The only event that needs explaining is the stretcher race. In that, four guys pickup a stretcher, with a fifth holding on for dear life. It is a 30 yard run. For the Navy, our CO, CAPT Coulson, was the fifth man. He described it as being, "Almost as good as low level." He flew A-6's and EA-6B's as a B/N and EWO. He also gave a speech at the beginning, saying despite the competition here, we all fight on the same team. It is something important to remember. I try not to forget it. Hopefully, the Daily will give us a few pictures.
This permanant article from Strategey Page doesn't really alarm me.
Even though the Kirov is a huge ship with lots of anti shipping cruise missiles, it isn't that great, for a few reasons. First, the SS-N-19 "Shipwrecks" with their enormous range, have an issue, being targeting data. You also have the issue that you aren't as sure of your target. How do you know the big radar contact isn't an aircraft carrier, but a supertanker or a hospital ship? Also, Global Security.org says that unlike our Tacatical Tomahawks (Block IV), there is no ability to change target. The range also means it's kind of bad. The AGM-84 Harpoon missile, and similar ones, are far better.
Second, they're Russian Technology. That means radiation leaks, breakage of electronics, worse crew acomadations, although the size means they will be better than most. I don't think they'll work.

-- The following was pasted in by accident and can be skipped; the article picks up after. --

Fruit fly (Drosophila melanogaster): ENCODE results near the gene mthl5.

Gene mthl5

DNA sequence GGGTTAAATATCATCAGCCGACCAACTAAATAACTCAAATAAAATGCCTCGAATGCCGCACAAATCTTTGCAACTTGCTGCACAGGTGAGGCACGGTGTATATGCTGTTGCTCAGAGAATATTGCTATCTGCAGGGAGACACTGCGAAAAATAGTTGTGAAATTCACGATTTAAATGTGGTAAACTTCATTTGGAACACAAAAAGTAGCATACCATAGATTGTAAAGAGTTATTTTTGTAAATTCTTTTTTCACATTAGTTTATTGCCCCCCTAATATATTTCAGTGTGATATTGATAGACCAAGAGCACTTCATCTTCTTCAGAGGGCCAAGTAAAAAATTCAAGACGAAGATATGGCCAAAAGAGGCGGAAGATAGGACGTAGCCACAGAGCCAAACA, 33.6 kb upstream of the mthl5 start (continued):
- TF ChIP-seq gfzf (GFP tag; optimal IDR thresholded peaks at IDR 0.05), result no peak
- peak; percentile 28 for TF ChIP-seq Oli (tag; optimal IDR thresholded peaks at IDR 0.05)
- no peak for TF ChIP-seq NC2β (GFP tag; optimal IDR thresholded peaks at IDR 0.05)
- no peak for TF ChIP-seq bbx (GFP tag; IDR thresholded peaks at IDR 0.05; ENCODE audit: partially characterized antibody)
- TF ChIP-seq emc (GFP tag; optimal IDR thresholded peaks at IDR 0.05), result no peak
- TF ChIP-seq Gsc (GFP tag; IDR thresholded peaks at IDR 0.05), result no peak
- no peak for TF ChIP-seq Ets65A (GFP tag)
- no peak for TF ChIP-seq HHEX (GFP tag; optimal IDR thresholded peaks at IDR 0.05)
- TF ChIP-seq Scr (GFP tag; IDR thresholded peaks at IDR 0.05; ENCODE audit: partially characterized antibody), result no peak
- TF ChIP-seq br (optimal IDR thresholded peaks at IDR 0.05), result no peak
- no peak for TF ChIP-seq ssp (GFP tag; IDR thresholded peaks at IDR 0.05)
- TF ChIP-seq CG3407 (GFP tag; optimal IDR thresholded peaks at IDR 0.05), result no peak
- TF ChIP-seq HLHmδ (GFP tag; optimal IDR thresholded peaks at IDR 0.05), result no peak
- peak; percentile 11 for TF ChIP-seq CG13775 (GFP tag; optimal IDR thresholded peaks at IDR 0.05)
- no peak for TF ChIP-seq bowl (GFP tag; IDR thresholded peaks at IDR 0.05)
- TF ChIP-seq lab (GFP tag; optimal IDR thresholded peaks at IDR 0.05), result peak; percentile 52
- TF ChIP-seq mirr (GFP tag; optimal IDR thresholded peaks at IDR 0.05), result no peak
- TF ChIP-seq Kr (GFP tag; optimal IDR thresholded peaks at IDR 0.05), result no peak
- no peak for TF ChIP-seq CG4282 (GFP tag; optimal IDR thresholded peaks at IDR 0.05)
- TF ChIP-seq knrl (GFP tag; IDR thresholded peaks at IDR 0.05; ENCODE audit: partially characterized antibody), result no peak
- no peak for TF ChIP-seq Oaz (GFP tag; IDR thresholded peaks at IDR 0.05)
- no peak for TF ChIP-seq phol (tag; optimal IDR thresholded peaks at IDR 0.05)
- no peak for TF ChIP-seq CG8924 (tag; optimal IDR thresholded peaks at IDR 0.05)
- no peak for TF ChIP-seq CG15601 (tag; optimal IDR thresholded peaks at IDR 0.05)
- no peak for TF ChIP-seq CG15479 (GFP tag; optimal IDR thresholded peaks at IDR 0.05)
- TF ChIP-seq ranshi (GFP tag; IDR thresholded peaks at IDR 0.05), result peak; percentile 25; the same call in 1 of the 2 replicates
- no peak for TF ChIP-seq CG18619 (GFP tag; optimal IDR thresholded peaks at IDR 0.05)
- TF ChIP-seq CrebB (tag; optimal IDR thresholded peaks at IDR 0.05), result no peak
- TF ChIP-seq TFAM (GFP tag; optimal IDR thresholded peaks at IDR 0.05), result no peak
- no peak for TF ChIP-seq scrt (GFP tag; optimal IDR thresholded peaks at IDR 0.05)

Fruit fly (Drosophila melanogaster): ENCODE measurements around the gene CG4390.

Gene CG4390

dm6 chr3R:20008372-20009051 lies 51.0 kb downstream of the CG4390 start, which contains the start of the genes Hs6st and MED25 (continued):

Vandalism it is not correct to destroy property to prove a point. If you have to do that, you are saying that you do not have any thing left to say, and are a base, low life. That is what vandalising a recruiting station means.
Well, the Navy is changing its commissioing process. Currently, all officers are, with few exceptions, commissioned as Ensign, United States Navy Reserve. Starting 1 May, they'll all get USN instead. My question is how does this effect the Officer Designatior (Code for what an officer does)?
For example, an officer who is qualifed for all command ashore is 170x. If he's currently USN, he's 1702, if he's reservist, he's 1705 (If I recall this correctly, it's been a while), if he was assigned to admister the Reseves, he was a 1707. Well, the reserve admin guys are already USN, so it's irrelevant.
"Them" are the people we neeed.
Pte. Johnson Beharry, a Grenadan serving in the British Army has earned the Victoria Cross, the highest medal the Commonwealth presents. Congratulations, Pte.
UPDATE 1046 20 March
Add others in the comments.